Steamy weather continues to move northward early Sunday morning and a look a the dew point readings across the map, we are seeing some 70 degree readings in and around the area. This is combining with some weak surface convergence and will produce showers and thunderstorms around the region. This convergence could be argued as a warm front with the dew point surge northward, but temperatures along the boundary are negligible from north to south. The only noticeable item along the boundary is the dew points rising.
There are and will continue to be showers and thunderstorms around Sunday morning with the airmass remaining unstable. There will be an increase in activity in the afternoon because of daytime heating and there could be some influence from a SW trough moving in from the west late in the day, but that wave will be moving through mostly at night.
So, if we had a meaningful trigger we’d probably have widespread heavy thunderstorms, some containing gusty winds and possibly hail, but at this point the biggest concern will be flash flooding with slow-moving storms and precipitable water over 2 inches. CAPE values range from 500 J/KG in the morning to just over 1000 J/KG in the afternoon. Now as we head into Sunday night the upper trough still lies to the west and while the models do show a diminishment in overall activity we should probably allow for some moderate to heavy thunderstorms in the early evening with lingering showers later on.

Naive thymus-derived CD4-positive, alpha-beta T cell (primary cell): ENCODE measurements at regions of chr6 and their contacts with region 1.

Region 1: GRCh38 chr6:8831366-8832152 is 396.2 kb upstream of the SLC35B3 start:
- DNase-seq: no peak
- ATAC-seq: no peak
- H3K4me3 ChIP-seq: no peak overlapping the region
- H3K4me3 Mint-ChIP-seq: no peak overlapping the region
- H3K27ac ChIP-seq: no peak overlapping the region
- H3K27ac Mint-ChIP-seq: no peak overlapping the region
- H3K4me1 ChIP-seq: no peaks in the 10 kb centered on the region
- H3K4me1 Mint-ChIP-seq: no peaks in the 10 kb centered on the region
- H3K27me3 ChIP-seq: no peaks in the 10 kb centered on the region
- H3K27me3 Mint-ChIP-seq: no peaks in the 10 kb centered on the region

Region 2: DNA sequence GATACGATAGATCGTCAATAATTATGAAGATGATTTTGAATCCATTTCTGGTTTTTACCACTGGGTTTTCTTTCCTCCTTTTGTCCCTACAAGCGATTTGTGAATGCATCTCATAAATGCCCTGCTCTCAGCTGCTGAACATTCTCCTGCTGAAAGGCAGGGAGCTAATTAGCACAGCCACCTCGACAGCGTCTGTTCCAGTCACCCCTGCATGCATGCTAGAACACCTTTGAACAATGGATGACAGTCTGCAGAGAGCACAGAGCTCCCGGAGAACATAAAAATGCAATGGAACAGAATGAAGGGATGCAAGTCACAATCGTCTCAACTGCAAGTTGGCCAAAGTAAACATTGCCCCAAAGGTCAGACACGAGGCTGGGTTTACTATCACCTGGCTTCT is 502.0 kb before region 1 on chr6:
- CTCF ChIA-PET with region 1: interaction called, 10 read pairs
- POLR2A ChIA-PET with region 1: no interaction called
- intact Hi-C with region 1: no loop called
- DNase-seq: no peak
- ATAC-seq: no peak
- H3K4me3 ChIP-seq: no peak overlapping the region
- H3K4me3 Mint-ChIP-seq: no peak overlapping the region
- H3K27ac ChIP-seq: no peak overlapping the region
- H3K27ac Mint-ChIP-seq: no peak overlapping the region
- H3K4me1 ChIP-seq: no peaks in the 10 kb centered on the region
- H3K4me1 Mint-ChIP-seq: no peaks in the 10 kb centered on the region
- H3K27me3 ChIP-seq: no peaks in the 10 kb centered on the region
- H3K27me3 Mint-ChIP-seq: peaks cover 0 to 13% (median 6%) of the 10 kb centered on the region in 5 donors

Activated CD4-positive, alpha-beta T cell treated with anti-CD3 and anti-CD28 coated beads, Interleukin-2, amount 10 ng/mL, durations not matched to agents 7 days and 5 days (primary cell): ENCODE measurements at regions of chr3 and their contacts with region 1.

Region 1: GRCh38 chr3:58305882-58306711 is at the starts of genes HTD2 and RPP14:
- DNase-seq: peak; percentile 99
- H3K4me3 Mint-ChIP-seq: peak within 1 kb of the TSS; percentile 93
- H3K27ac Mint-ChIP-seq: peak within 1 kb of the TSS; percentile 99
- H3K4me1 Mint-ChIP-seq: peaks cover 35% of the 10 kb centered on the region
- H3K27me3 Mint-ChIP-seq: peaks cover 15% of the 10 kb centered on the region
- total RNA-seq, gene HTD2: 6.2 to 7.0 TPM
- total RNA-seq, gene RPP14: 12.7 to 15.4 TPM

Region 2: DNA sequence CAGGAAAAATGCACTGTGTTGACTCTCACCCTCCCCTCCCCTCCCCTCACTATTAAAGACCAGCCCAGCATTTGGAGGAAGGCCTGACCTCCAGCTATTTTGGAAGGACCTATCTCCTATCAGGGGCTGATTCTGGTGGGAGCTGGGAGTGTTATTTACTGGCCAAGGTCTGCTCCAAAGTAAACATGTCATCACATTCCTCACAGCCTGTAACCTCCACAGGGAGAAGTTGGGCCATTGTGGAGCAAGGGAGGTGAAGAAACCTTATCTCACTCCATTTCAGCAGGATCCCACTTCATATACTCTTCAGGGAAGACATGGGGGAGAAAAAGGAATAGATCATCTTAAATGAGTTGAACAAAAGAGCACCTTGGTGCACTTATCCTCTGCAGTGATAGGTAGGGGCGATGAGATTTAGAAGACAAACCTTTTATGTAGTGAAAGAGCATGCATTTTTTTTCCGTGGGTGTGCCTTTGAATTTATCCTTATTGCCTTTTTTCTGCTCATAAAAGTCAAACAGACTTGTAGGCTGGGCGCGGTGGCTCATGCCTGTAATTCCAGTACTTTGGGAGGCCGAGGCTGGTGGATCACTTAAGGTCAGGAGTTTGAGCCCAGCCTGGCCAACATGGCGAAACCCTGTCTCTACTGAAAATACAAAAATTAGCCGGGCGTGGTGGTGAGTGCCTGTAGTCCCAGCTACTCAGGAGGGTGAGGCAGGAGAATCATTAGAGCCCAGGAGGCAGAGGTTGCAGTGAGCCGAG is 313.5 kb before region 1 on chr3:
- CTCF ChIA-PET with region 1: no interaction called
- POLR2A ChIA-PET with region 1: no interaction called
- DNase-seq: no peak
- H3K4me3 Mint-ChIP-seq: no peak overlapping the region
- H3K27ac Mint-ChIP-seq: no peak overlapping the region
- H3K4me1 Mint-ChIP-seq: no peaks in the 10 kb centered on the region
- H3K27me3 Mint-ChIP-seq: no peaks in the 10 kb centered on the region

On Monday we are on the back side of the trough overall, but there still appears to be a tail end to the vort lobe around and there could still be a pop-up thunderstorm in the afternoon. It also will be hot. This pattern holds on into Tuesday.